The attack lasted about 15 minutes before security forces killed the shooter. In that time he shot to death Ensign Joshua Watson, Petty Officer 3rd Class Mohammed Haitham and Petty Officer 3rd Class Cameron Walter, and wounded eight other service members, using a semiautomatic handgun with about 180 rounds of ammunition.

The morning after the shooting, President Trump told reporters as he departed for a fundraiser at another location in Florida that King Salman was "very, very devastated" about the shooting, and the royal family would help the affected families "very greatly." The king, Trump said, would involve himself in the effort personally.

"I spoke with the King of Saudi Arabia. They are devastated in Saudi Arabia," the president said. "We're finding out what took place, whether it's one person or a number of people. And the king will be involved in taking care of families and loved ones. He feels very strongly. He's very, very devastated by what happened and what took place. Likewise the crown prince. They are devastated by what took place in Pensacola. And I think they're going to help out the families very greatly."

"But, right now, they send their condolences," Trump continued. "And, as you know, I've sent my condolences. It's a very shocking thing. And we'll find out — we'll get to the bottom of it very quickly."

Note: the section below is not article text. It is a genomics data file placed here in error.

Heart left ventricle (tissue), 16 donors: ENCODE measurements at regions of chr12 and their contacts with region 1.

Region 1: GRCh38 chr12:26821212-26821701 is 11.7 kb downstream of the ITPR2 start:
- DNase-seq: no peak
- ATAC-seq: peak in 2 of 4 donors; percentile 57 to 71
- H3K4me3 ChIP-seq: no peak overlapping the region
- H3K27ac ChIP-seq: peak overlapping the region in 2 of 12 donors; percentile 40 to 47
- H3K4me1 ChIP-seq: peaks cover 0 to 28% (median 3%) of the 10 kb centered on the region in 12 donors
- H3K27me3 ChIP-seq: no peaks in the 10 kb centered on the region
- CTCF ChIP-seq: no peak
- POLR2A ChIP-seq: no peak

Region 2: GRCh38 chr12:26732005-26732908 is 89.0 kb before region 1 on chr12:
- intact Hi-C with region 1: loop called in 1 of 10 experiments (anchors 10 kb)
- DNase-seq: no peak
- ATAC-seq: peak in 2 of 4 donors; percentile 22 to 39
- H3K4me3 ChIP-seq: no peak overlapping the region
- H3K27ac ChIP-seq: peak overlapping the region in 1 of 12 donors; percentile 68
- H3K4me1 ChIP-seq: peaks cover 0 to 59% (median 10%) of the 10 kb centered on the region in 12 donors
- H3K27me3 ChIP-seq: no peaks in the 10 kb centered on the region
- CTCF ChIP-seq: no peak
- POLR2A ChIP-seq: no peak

A family member of one of the victims told Salon that neither country had lived up to its promises. "No one from the Saudi government has reached out to any of the families," this person said. "No one from the White House has ever called us. No one has been held accountable. We're still waiting."

The Navy released its investigation in November. The heavily redacted report concluded that the attacker had self-radicalized, but a synopsis added that "the organizational environment inherent in the aviation pipeline" played a role, and that conditions to an extent were little different from what could lead to similar actions from "our own Sailors and civilian personnel." (The report notes "an adverse microclimate for all students" where superiors subjected foreign students to "derogatory and sometimes abusive comments as well as humiliating public reprimands" — such an incident in which an instructor referred to al-Shamrani as "Pornstache.")

A month after the attack, Attorney General Bill Barr announced that nearly two dozen other Saudis in the U.S. for military training were being deported for having anti-American or "jihadist" content on their social media. Seventeen of them had also reportedly come in contact with child pornography.